News Release

Chilean government adopts national plan on dementia

08 November 2017

The plan is the 8th national response to dementia to be adopted in the Americas and contains key targets for improving care, support and research.  

  • Every 3 seconds someone in the world develops dementia
  • Alzheimer associations and people with dementia are key to developing plans
  • More governments must develop a national response

Santiago, 08 November 2017 – The government of Chile has adopted a national plan on dementia following active consultation with Corporación Alzheimer Chile and ADI. The plan is the 30th to be adopted worldwide, and includes key targets for improving the awareness of, access to care, support and treatment, research and risk reduction of dementia by 2025.

It is estimated that 180,000 people are living with dementia in Chile, resulting in a cost of care per person of almost USD $11,000 every year. The number of people living with dementia in the Andean countries is expected to triple by 2050.

National dementia plans remain the single most powerful tool to transform dementia care and support people living with dementia and their care partners. The adoption of a global plan on dementia by the World Health Organization in May 2017 urges 146 countries to develop a national response on dementia by 2025.

In 2015, the government of Chile committed to the prioritisation of dementia following the publication of the first regional plan on dementia by the Pan-American Health Organization (PAHO). The plan adopted in November is one of less than half of plans globally to be allocated dedicated funding for its effective implementation, of USD $5.5m a year. It follows examples of existing plans in Argentina, Costa Rica, Cuba, Mexico, Puerto Rico, Uruguay and the USA.

ADI recommends that plans are developed in partnership with a broad range of stakeholders including people with dementia and their care partners. The development of the plan in Chile sets an excellent example for others – anyone could participate in the development of the draft online and this informed a uniquely powerful plan. 

Key sections of the plan include:

  • Prevention and timely diagnosis
  • Pharmacological and non-pharmacological treatment
  • Better coordination of care and care programs
  • Monitoring and updating of the plan
  • Awareness and education of the community
  • Training of health and social actor
  • Promotion of research and innovation
  • Update of the ethical and legal context of dementia

Patricio Espinola, President of Corporación Alzheimer Chile, said, "My perception is that there is a before and after the launch of the Plan. There is optimism and motivational synergy between the medical and scientific community and family and caregivers, because we feel that after much helplessness things are happily changing."

Paola Barbarino, CEO of Alzheimer’s Disease International welcomed the adoption of the plan, noting the positive inclusion of the rights of people with dementia, and promotion of the dignity, inclusion and quality of life of those affected. She said, The plan shows great vision and promise. I wish the Chilean government a successful roll out and implementation and a continuing positive relation with civil society organisations including Corporación Alzheimer Chile, a member of ADI.”

Dementia will become a trillion-dollar disease in 2018 and is the only major chronic disease area that does not have a cure or effective treatment.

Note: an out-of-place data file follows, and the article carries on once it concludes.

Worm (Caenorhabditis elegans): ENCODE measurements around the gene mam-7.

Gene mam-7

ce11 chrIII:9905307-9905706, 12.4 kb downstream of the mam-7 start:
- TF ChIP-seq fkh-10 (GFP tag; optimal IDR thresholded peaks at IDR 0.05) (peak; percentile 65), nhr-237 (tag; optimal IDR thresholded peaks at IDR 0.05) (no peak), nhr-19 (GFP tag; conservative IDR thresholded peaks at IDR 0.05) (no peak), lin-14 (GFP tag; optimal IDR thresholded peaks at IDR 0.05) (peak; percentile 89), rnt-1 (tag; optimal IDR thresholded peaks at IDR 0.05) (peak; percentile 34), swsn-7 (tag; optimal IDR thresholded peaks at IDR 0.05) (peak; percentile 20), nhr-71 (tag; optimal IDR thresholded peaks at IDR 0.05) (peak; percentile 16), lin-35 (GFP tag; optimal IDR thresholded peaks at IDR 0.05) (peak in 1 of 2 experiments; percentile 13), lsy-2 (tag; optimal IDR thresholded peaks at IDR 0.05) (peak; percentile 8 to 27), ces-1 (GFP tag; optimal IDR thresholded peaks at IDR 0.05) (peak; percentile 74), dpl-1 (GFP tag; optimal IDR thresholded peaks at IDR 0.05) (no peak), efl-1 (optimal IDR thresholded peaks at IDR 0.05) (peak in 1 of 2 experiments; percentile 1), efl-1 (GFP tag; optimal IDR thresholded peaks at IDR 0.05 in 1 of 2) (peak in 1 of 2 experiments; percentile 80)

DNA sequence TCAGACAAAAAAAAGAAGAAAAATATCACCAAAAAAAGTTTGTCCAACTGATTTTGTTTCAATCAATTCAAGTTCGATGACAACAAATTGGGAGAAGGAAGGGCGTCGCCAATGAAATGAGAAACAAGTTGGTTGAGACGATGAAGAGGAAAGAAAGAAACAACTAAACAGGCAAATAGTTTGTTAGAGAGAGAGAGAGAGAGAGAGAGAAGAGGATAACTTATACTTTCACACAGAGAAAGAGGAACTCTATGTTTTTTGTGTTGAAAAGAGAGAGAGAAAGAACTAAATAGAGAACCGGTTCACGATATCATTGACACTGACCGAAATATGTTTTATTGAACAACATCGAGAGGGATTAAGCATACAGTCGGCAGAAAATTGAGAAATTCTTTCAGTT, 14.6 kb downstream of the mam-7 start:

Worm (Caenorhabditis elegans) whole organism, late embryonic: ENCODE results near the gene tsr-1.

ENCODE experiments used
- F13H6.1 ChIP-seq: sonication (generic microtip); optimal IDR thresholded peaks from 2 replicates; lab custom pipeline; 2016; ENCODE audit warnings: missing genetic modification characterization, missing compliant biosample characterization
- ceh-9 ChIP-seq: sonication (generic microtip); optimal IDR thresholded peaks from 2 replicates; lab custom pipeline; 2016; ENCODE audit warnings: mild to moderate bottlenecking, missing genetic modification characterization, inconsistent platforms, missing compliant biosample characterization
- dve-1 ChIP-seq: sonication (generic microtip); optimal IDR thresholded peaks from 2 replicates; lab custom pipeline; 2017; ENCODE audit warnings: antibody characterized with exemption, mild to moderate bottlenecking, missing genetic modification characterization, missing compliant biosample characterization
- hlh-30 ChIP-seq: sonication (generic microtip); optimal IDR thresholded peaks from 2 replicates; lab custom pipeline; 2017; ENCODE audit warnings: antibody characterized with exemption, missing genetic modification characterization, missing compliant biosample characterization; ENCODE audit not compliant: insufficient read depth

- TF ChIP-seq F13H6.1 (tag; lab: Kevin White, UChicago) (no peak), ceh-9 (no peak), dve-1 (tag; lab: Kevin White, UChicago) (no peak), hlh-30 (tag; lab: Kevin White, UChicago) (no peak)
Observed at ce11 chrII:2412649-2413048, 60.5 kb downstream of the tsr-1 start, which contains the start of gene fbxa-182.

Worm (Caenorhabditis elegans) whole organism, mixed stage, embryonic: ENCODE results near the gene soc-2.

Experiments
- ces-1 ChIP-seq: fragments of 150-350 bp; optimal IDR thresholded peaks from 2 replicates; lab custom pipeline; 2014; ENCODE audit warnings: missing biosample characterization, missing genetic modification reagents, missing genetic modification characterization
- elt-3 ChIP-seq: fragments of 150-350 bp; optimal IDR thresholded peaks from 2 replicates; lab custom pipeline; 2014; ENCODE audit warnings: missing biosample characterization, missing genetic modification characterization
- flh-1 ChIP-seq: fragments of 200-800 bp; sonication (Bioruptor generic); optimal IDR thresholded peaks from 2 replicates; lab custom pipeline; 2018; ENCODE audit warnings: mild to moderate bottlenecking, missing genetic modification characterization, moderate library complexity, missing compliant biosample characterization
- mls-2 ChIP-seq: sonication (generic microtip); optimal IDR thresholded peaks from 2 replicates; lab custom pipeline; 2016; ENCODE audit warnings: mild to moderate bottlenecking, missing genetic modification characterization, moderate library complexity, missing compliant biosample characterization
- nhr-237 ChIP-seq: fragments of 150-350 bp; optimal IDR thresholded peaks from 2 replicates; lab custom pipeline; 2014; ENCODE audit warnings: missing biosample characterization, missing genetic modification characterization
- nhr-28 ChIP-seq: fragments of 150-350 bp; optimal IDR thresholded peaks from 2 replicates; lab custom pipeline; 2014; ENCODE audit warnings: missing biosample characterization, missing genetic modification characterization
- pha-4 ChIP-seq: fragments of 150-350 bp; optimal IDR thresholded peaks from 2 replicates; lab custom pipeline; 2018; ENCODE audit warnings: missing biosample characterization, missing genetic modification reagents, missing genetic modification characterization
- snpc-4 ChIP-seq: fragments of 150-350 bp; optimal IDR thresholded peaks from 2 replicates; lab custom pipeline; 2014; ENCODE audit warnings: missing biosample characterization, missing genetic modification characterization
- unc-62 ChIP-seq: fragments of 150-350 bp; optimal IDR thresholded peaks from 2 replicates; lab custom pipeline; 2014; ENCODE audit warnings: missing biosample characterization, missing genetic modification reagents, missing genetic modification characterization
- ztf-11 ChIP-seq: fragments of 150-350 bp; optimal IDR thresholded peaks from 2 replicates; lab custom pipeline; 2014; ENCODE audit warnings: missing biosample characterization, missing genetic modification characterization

ENDS

NOTES TO EDITOR

More information on national plans, including a list of existing plans and plans in development can be found at www.alz.co.uk/dementia-plans

For more information, please contact:

James Smith
Communications and Policy Officer
Alzheimer’s Disease International
T: +44 (0) 20 79810880
E: j.smith@alz.co.uk

Available for interview

  • Paola Barbarino, CEO, Alzheimer’s Disease International
  • Joost Martens, Regional Director, Americas, Alzheimer’s Disease International
  • Patricio Espinola, President, Corporación Alzheimer Chile

Global Plan on Dementia

The Global Plan of Action on the Public Health Response to Dementia 2017-2025 was adopted by 194 countries of the WHO during the 70th session of the World Health Assembly in May 2017. Find out more about the Global plan, including answers to common questions at: www.alz.co.uk/dementia-plans/global-plan

About Alzheimer’s Disease International (ADI)

ADI is the international federation of 90 Alzheimer associations around the world, in official relations with the World Health Organization. ADI's vision is prevention, care and inclusion today, and cure tomorrow. ADI believes that the key to winning the fight against dementia lies in a unique combination of global solutions and local knowledge. ADI works locally, by empowering Alzheimer associations to promote and offer care and support for persons with dementia and their care partners, while working globally to focus attention on dementia and campaign for policy change. 

About Corporación Alzheimer Chile

Alzheimer Chile Corporación is a non-profit institution, created to help the families of people with Alzheimer's disease and similar conditions to improve their quality of life. Founded in 1990 by a group of relatives, Alzheimer Chile Corporación was officially recognized by the Ministry of Justice and granted legal personality No. 253, on February 17, 1992. Their mission is: To provide quality comprehensive care to people affected with Alzheimer's disease and similar illnesses, patients, relatives and / or caregivers. Alzheimer Chile Corporation is an official member of ADI, a founding member of Alzheimer Iberoamerica (AIB) and Corporation, Coordinator of Organizations of Family Users and Friends of People with Mental Health Conditions (CORFAUSAM). For more information, please visit http://www.corporacionalzheimer.cl